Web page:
I seem to remember two challenges to myself besides my normal writing. I wanted to write 100 short stories in one year and post them all here when finished. I also wanted to lose a bunch more weight and run in a marathon in the fall.
I did not run a marathon, lost only some weight, and wrote thirty-some short stories. So when looked at in the cold light of last December’s writing, all three goals were all a complete failure.
But nothing is ever a complete failure.
Challenge #1: I was on track to hit my mark fine for one hundred stories in one year. Then what Kris and I called “A life roll” hit with my friend’s death and I am just getting back. Not an excuse, a fact.
So failure? Nope, not in the slightest. I had a blast writing the 32 short stories for the challenge and the other three for traditional markets, stories I might not have written without the challenge. I wrote over 140,000 word of short fiction last year, my best short fiction year in more than a decade.
I had so much fun, I am extending the challenge to now just be 100 stories. Stay tuned, more stories coming.
Challenge #2: Weight and Running. Again I was on track to run the marathon, or better put, run/walk the marathon in September and “Life Roll” moved me down. So here in December, looking back, complete failure? Nope, not in the slightest.
I dropped 14 pounds total in 2011. I still have thirty more to go, but I am not unhappy with dropping and keeping off 14 pounds. (By the way, when I run the marathon, I will get pictures and I have a great “before” picture you will believe that was taken when I started this drop in weight four years ago. I was what my friend Jim calls, “A big boy.”)
As far as the running went, I got up to some pretty good milage which shouldn’t take me too long to get back to. Not great, but not bad. That’s all positive as well.
Attitude is Everything
It says that on my iced tea mug. And it is true.
I am not afraid of failure, and my attitude is to look at what did get done from a goal or challenge and see the success.
So this year, part of helping some of you set goals in your writing and publishing for the new year is to help you look at your “failure” positives.
Going Personal Again.
A number of blogs back, while talking about the rudeness of a young, traditional editor, I laid out a challenge a friend and I did two years ago at this time. Read it here. I made up, wrote the first three chapters, a synopsis, a cover letter and sent off 13 novels in 13 weeks. I had a blast. Was that a horrid failure? Nine of the books I sent to five editors each. No one in the comments much mentioned how frighteningly successful that challenge was for me. I SOLD TWO BOOKS and almost sold a third series.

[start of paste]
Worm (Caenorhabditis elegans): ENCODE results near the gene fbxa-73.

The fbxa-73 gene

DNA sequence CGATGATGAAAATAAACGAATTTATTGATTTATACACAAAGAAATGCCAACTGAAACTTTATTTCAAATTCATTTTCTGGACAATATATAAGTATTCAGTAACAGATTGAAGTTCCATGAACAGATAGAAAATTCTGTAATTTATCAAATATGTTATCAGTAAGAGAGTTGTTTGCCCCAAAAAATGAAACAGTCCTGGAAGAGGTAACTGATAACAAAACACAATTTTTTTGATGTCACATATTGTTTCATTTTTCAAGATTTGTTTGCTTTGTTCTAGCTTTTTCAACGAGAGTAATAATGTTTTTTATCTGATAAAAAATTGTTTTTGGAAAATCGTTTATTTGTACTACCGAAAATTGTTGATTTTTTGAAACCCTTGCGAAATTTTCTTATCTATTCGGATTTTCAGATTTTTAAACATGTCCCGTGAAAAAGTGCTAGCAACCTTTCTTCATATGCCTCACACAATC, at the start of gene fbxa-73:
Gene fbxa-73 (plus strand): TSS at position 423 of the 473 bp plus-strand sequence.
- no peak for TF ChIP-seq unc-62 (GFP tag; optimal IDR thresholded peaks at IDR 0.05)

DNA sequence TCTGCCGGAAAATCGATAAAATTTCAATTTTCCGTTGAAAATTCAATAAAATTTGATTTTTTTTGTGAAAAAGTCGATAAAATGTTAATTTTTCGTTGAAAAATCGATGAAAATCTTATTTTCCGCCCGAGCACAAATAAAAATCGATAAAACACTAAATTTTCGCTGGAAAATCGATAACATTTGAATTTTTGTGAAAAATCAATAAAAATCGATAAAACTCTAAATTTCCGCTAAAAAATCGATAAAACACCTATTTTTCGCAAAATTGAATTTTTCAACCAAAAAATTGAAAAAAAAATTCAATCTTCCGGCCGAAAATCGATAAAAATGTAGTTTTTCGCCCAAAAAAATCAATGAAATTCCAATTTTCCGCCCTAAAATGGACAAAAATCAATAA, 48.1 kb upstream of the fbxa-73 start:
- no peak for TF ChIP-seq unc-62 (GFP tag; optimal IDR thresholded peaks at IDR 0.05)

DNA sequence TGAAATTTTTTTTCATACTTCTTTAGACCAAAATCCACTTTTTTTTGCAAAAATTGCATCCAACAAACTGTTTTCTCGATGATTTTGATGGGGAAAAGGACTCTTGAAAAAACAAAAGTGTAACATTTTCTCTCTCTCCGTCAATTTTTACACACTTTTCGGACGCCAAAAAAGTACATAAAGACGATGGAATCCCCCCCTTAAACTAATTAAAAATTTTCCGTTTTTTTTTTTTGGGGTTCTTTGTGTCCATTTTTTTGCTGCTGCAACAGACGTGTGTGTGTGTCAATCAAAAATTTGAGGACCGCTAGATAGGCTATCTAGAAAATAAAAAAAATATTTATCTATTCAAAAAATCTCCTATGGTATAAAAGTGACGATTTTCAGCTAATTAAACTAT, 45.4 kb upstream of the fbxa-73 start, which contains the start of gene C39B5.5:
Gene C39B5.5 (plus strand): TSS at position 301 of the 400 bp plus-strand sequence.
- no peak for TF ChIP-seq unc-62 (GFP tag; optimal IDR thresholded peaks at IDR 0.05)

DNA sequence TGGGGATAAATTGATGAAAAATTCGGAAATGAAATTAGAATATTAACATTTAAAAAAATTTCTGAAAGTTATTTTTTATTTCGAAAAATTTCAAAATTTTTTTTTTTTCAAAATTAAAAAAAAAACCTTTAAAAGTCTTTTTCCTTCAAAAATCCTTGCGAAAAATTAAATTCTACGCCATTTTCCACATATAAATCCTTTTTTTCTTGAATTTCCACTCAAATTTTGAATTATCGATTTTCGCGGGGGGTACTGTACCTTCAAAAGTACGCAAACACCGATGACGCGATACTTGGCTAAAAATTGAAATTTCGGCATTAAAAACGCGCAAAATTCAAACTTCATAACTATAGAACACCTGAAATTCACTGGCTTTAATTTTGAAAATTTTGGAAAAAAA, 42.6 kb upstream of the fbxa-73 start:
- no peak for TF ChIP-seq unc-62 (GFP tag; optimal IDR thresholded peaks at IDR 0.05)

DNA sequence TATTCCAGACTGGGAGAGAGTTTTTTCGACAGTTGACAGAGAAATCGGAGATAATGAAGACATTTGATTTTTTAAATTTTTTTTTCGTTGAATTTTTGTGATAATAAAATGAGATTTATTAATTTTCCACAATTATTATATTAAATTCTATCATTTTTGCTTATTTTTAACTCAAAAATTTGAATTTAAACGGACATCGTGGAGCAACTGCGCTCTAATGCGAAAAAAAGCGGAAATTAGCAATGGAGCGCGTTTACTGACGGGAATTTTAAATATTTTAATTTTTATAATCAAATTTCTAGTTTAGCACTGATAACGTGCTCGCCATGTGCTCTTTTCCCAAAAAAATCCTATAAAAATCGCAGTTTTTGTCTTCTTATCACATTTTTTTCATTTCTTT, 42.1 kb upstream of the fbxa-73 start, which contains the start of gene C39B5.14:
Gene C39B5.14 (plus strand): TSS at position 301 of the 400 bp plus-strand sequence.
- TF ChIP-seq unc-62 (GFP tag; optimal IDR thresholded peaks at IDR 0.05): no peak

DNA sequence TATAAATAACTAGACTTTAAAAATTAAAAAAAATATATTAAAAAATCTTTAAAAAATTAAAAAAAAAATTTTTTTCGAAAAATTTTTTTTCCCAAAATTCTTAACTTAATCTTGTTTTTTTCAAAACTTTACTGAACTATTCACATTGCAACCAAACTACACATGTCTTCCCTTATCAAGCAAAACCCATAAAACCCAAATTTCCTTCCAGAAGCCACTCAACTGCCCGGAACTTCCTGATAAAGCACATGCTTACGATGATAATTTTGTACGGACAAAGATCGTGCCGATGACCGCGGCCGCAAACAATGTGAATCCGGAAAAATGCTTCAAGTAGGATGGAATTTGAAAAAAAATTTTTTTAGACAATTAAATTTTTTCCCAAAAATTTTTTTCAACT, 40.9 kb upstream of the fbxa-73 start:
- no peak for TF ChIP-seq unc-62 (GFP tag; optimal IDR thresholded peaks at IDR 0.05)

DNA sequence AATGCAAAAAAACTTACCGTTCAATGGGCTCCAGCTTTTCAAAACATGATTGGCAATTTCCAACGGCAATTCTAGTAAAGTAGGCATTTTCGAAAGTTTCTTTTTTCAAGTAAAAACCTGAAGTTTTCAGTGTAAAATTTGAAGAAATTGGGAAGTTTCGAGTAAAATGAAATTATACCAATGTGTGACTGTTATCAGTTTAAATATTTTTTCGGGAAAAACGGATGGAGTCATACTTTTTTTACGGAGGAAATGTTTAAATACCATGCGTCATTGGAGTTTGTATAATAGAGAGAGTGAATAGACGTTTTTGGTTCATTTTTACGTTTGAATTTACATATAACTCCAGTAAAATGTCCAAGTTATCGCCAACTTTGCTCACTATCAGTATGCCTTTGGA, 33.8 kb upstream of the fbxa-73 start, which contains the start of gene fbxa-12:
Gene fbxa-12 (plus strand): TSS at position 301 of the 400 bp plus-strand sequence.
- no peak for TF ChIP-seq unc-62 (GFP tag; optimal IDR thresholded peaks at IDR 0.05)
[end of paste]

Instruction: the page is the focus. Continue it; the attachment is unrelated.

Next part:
In essence I laid out the secret to selling books quickly to traditional publishing and not one person mentioned that.
So, when looked at that challenge from one side, I got at least 50 no-response or rejections from editors. Horrid failure. Right?
Other side, I got two acceptances of what I wrote and I ended up writing both books. And I got a phone call from another editor who wanted to buy a third book called “Subway Martians: A Romance” but it was too weird for her sales force. (I really got to get around to writing that book some day.) Failure? Not in the slightest.
50 rejections against 2 acceptances. Wow, that has to be a complete failure. Right?
Of course not.
Summary: Failure must be an option.
When you are setting new goals for 2012, you must expect failure at all levels in your plans.
And you must not allow the worry about failure, or a bad attitude about failure, to bury the success you are having.
Plan Point #2…
Check in with yourself and figure out where your writing fears are.
If you have none, you are more than likely just deluding yourself. I’ve never met a writer (or any artist) who doesn’t have strings of fears, some small, some crippling. I was no exception.
List the fears. Write them down! Keep them to yourself.
Then figure out which ones you can climb over without any problem every time and which ones twist your stomach even harder when you think about them. Can you mail a manuscript after only fixing typos your first reader found? If not, you have perfection fear. You get the idea. Figure out the ones that are your problems and give them so thought.
Then stay tuned for the second article in this series.
Going Personal Again: By the way, with my “failed” short story challenge, a rough guess on the amount of money I will make from the stories in the challenge is $3,500.00 in 2011.
And I will make more than that in 2012 from those same stories at their rates of sale, not counting the new stories I add to the challenge.
And in theory, in three years I will be past $10,000 in income from those 32 stories that I had a blast writing. And that income will just keep on coming in.
Yup, that’s failure.
I love this new world.
Copyright © 2011 Dean Wesley Smith
Cover art copyright Philcold/Dreamstime